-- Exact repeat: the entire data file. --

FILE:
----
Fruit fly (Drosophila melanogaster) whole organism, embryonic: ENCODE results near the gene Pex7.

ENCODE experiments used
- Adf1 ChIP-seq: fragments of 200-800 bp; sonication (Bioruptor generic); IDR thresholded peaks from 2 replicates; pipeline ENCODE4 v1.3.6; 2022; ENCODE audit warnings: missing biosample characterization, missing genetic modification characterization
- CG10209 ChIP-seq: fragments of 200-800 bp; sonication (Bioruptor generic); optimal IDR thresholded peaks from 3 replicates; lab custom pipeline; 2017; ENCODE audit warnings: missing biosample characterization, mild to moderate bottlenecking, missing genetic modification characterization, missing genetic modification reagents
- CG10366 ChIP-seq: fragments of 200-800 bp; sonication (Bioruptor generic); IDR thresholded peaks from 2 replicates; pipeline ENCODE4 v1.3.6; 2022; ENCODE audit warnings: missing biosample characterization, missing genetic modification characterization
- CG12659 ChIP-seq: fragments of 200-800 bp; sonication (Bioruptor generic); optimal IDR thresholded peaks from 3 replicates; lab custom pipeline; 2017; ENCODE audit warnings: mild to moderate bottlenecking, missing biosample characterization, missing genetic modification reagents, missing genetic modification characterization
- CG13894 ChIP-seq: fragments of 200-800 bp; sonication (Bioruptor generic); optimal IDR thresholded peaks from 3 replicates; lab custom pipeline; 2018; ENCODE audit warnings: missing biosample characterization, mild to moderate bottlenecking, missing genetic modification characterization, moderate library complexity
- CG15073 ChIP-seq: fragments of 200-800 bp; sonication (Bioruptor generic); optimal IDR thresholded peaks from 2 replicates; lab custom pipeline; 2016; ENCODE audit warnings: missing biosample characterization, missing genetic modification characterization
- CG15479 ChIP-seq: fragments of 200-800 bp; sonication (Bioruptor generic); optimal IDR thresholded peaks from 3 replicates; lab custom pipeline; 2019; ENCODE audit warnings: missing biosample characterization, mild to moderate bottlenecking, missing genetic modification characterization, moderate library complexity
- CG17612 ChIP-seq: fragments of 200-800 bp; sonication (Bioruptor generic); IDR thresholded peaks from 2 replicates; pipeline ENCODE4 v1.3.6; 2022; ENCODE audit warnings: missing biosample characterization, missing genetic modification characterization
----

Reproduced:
Fruit fly (Drosophila melanogaster) whole organism, embryonic: ENCODE results near the gene Pex7.

ENCODE experiments used
- Adf1 ChIP-seq: fragments of 200-800 bp; sonication (Bioruptor generic); IDR thresholded peaks from 2 replicates; pipeline ENCODE4 v1.3.6; 2022; ENCODE audit warnings: missing biosample characterization, missing genetic modification characterization
- CG10209 ChIP-seq: fragments of 200-800 bp; sonication (Bioruptor generic); optimal IDR thresholded peaks from 3 replicates; lab custom pipeline; 2017; ENCODE audit warnings: missing biosample characterization, mild to moderate bottlenecking, missing genetic modification characterization, missing genetic modification reagents
- CG10366 ChIP-seq: fragments of 200-800 bp; sonication (Bioruptor generic); IDR thresholded peaks from 2 replicates; pipeline ENCODE4 v1.3.6; 2022; ENCODE audit warnings: missing biosample characterization, missing genetic modification characterization
- CG12659 ChIP-seq: fragments of 200-800 bp; sonication (Bioruptor generic); optimal IDR thresholded peaks from 3 replicates; lab custom pipeline; 2017; ENCODE audit warnings: mild to moderate bottlenecking, missing biosample characterization, missing genetic modification reagents, missing genetic modification characterization
- CG13894 ChIP-seq: fragments of 200-800 bp; sonication (Bioruptor generic); optimal IDR thresholded peaks from 3 replicates; lab custom pipeline; 2018; ENCODE audit warnings: missing biosample characterization, mild to moderate bottlenecking, missing genetic modification characterization, moderate library complexity
- CG15073 ChIP-seq: fragments of 200-800 bp; sonication (Bioruptor generic); optimal IDR thresholded peaks from 2 replicates; lab custom pipeline; 2016; ENCODE audit warnings: missing biosample characterization, missing genetic modification characterization
- CG15479 ChIP-seq: fragments of 200-800 bp; sonication (Bioruptor generic); optimal IDR thresholded peaks from 3 replicates; lab custom pipeline; 2019; ENCODE audit warnings: missing biosample characterization, mild to moderate bottlenecking, missing genetic modification characterization, moderate library complexity
- CG17612 ChIP-seq: fragments of 200-800 bp; sonication (Bioruptor generic); IDR thresholded peaks from 2 replicates; pipeline ENCODE4 v1.3.6; 2022; ENCODE audit warnings: missing biosample characterization, missing genetic modification characterization